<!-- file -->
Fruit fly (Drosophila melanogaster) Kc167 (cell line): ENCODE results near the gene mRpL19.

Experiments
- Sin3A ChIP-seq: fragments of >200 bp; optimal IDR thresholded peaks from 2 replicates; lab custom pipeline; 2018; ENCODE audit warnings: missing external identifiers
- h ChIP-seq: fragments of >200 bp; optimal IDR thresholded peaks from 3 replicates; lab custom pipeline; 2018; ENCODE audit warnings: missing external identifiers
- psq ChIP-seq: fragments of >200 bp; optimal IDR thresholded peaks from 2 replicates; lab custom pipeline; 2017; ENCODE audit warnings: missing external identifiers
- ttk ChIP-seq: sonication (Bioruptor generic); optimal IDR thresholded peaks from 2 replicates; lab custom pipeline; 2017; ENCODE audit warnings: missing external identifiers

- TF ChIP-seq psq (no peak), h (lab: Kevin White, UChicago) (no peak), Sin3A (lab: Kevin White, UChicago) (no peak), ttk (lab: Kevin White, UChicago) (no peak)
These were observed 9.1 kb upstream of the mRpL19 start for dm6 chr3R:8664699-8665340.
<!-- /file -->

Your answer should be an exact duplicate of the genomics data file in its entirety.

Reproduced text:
Fruit fly (Drosophila melanogaster) Kc167 (cell line): ENCODE results near the gene mRpL19.

Experiments
- Sin3A ChIP-seq: fragments of >200 bp; optimal IDR thresholded peaks from 2 replicates; lab custom pipeline; 2018; ENCODE audit warnings: missing external identifiers
- h ChIP-seq: fragments of >200 bp; optimal IDR thresholded peaks from 3 replicates; lab custom pipeline; 2018; ENCODE audit warnings: missing external identifiers
- psq ChIP-seq: fragments of >200 bp; optimal IDR thresholded peaks from 2 replicates; lab custom pipeline; 2017; ENCODE audit warnings: missing external identifiers
- ttk ChIP-seq: sonication (Bioruptor generic); optimal IDR thresholded peaks from 2 replicates; lab custom pipeline; 2017; ENCODE audit warnings: missing external identifiers

- TF ChIP-seq psq (no peak), h (lab: Kevin White, UChicago) (no peak), Sin3A (lab: Kevin White, UChicago) (no peak), ttk (lab: Kevin White, UChicago) (no peak)
These were observed 9.1 kb upstream of the mRpL19 start for dm6 chr3R:8664699-8665340.